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Celestial Sphere, study in Archaeoastronomy and Cosmology. The celestial sphere is an imaginary sphere of the arbitrary radius on the surface of all the stars are projected. The celestial sphere is said Geocentric if you have to center the center of the earth, local, if the observer’s eye to the center, heliocentric if you have to center the Sun.

The origin of such arbitrariness of the radius lies in the fact that beyond a certain distance we are no longer able to visually evaluate the distance of the bodies, for which the stars appear to us all at the same distance. During the apparent diurnal motion of the two stars only points of the sky, antipodal to one another, remain motionless: these are the celestial poles. The celestial sphere seems then rotate on itself around an axis passing through the poles, called celestial axis. Since the visible stars and their positions in the sky vary with the position of the observer on Earth, it is useful to use as references the vertical of the place and the astronomical observer horizon plane.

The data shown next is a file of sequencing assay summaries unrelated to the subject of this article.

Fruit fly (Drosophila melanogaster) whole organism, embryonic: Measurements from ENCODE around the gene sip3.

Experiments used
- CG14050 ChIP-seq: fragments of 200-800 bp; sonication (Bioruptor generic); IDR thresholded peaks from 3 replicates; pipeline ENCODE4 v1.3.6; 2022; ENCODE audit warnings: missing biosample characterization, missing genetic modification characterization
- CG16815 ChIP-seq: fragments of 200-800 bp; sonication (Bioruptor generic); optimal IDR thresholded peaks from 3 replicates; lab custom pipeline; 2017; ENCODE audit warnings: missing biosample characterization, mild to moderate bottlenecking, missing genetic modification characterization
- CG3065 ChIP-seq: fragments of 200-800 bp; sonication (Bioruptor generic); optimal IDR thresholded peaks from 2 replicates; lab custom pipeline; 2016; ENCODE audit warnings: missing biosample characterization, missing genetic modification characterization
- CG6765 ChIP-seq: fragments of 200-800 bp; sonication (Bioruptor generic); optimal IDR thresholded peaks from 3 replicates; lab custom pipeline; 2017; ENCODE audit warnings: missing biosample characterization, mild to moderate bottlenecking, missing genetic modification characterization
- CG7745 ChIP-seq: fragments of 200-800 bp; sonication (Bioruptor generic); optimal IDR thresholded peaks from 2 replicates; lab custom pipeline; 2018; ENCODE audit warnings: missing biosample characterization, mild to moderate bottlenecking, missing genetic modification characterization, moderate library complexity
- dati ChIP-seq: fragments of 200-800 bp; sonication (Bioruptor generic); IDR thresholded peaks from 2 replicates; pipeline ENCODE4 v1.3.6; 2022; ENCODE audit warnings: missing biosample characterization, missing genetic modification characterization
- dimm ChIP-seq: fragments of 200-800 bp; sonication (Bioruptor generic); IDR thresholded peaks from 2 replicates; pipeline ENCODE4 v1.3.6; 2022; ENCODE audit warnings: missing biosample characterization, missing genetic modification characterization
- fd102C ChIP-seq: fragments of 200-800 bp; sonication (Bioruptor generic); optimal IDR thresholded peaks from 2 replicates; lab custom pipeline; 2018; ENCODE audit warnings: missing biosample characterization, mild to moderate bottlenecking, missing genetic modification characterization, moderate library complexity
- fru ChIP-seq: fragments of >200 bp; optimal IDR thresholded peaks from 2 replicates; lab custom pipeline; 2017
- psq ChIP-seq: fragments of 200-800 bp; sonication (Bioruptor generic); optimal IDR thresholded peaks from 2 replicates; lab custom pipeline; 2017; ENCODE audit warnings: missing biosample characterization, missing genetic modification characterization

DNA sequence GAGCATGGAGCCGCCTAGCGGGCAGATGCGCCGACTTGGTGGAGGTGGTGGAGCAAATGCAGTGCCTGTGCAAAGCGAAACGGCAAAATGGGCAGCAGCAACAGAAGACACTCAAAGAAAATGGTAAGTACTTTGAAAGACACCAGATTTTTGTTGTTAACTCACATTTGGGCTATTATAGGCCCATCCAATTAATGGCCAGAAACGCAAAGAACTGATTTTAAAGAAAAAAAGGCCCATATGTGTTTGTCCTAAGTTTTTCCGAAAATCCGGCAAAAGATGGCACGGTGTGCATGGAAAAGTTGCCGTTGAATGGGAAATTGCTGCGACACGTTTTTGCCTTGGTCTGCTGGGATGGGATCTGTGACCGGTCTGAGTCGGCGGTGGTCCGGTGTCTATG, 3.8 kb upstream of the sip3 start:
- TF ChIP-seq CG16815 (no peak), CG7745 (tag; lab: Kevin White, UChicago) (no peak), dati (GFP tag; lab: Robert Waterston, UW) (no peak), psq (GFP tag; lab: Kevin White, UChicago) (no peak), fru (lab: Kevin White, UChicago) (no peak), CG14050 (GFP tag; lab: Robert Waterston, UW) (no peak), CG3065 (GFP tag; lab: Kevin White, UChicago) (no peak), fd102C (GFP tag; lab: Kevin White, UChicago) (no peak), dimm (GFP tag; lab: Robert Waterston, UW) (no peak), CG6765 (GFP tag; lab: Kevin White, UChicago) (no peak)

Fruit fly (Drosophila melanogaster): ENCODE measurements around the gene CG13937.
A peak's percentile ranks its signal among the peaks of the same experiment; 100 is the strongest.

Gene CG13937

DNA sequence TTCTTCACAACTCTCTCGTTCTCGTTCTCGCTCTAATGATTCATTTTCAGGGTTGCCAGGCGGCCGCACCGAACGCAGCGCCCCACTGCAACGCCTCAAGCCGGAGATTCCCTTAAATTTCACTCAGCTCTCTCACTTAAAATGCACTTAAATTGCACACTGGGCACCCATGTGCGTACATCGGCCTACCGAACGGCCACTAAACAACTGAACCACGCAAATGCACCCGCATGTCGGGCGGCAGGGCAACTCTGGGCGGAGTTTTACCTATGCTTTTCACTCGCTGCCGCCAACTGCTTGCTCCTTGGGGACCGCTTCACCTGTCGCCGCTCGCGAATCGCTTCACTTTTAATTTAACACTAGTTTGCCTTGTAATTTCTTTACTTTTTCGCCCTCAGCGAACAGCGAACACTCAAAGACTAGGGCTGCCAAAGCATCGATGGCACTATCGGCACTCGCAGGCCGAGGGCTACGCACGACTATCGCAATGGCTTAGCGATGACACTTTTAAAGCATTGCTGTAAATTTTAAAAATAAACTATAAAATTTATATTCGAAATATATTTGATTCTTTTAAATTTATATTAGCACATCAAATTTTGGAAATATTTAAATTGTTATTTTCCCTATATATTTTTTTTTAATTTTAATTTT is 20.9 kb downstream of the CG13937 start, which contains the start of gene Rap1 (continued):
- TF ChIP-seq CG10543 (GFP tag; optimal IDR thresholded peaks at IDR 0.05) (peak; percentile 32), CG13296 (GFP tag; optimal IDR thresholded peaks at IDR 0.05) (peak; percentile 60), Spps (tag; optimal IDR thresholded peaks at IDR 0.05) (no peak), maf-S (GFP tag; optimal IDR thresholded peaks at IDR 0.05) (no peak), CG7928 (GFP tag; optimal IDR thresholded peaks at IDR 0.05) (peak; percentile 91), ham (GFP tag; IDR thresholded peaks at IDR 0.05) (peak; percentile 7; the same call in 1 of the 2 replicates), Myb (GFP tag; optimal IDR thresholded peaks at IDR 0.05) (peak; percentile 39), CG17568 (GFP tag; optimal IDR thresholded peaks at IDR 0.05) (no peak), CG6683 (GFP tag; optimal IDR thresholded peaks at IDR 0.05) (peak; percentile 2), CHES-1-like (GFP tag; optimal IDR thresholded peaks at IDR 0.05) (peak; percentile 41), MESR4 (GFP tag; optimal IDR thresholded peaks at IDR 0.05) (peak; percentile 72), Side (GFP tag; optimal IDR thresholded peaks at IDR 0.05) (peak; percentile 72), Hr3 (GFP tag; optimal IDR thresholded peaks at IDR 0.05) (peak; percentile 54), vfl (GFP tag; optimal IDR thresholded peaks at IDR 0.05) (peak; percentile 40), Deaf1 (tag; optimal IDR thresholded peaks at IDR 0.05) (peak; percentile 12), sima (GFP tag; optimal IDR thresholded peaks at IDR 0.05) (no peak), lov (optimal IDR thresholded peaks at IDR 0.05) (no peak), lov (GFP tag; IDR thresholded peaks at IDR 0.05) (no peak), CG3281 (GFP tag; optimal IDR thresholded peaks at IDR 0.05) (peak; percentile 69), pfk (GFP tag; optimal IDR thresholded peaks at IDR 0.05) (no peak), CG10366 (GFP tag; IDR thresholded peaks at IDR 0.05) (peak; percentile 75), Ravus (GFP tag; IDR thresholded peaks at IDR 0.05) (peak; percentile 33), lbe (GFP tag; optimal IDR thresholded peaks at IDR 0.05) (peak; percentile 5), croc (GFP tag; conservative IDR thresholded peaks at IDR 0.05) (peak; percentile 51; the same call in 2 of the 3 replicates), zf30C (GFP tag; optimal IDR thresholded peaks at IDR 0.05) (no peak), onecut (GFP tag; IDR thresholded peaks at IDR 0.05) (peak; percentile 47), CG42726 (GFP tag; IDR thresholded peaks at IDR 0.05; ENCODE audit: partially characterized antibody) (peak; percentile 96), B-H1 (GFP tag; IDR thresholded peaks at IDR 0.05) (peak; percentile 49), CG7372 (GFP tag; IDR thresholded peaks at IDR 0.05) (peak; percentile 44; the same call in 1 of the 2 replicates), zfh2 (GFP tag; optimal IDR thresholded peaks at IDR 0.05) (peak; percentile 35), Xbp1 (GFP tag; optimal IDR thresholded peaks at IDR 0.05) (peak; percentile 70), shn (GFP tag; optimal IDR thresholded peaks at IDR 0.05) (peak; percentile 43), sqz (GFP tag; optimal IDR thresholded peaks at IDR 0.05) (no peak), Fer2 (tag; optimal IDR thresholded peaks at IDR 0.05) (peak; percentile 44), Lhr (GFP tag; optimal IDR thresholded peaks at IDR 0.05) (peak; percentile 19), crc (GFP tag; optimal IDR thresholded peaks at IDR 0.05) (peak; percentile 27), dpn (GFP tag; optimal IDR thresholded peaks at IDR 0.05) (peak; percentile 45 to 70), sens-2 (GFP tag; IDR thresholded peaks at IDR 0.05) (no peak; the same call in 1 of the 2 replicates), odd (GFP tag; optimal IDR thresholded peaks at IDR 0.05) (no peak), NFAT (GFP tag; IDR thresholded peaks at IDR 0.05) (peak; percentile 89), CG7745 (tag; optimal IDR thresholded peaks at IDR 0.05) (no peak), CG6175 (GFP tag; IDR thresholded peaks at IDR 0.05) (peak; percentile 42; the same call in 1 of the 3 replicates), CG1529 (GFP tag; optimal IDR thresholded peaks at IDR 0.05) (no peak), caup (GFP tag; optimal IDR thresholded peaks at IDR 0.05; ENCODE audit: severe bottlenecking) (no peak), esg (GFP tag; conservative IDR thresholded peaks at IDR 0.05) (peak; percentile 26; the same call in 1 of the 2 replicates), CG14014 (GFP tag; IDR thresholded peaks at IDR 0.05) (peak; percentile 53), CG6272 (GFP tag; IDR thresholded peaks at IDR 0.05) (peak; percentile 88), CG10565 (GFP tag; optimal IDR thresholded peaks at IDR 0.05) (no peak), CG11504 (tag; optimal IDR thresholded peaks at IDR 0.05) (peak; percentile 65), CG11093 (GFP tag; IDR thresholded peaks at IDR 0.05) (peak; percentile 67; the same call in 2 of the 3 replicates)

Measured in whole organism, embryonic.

The concept of “celestial sphere” dates back to the ancient Ptolemaic system, prior to the Copernican revolution, in which it was believed that the stars and planets were really set on similar orbits to spheres of different sizes, located one inside the other and having as the center of the Earth.

The motion of celestial bodies such as the Sun or the Moon was due to the rotational movement of these balls, which move dragged them with him.

It was in any case transparent and invisible spheres, composed of an ethereal substance, that is, of a crystalline element of spiritual nature, not present in the world sublunar terrestrial. Pythagoras could see in them the mathematical relationships that produced the celestial harmony, the so-called “music of the spheres”, inaudible to the human ear, able to affect the quality of life on earth. Hence the symbiosis with the study of Archeology.



To open the video click on the image, good view from your Alessandro Brizzi.

Celestial Sphere, study in Archaeoastronomy and Cosmology.